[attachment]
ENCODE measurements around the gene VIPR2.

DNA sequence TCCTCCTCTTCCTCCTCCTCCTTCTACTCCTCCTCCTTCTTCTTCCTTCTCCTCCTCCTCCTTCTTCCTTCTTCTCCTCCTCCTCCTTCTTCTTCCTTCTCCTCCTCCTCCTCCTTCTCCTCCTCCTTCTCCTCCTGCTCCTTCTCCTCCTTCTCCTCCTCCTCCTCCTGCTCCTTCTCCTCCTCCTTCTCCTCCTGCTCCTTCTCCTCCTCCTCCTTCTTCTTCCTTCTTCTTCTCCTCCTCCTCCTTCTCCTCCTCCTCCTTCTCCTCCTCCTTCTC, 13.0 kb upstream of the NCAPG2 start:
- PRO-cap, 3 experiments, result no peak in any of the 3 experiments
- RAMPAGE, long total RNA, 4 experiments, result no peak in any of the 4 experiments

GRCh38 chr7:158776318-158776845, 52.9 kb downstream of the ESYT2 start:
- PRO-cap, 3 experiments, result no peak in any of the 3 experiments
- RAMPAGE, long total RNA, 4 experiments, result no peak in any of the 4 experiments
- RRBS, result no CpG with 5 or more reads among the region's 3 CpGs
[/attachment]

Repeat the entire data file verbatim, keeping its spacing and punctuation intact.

ENCODE measurements around the gene VIPR2.

DNA sequence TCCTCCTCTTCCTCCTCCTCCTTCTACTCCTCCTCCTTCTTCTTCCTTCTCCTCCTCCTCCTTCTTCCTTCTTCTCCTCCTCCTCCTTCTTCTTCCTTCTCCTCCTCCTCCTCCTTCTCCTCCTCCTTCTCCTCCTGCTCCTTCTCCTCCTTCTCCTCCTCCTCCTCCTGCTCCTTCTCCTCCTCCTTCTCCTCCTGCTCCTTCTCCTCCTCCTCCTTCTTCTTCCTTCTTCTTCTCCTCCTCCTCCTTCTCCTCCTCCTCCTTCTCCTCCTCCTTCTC, 13.0 kb upstream of the NCAPG2 start:
- PRO-cap, 3 experiments, result no peak in any of the 3 experiments
- RAMPAGE, long total RNA, 4 experiments, result no peak in any of the 4 experiments

GRCh38 chr7:158776318-158776845, 52.9 kb downstream of the ESYT2 start:
- PRO-cap, 3 experiments, result no peak in any of the 3 experiments
- RAMPAGE, long total RNA, 4 experiments, result no peak in any of the 4 experiments
- RRBS, result no CpG with 5 or more reads among the region's 3 CpGs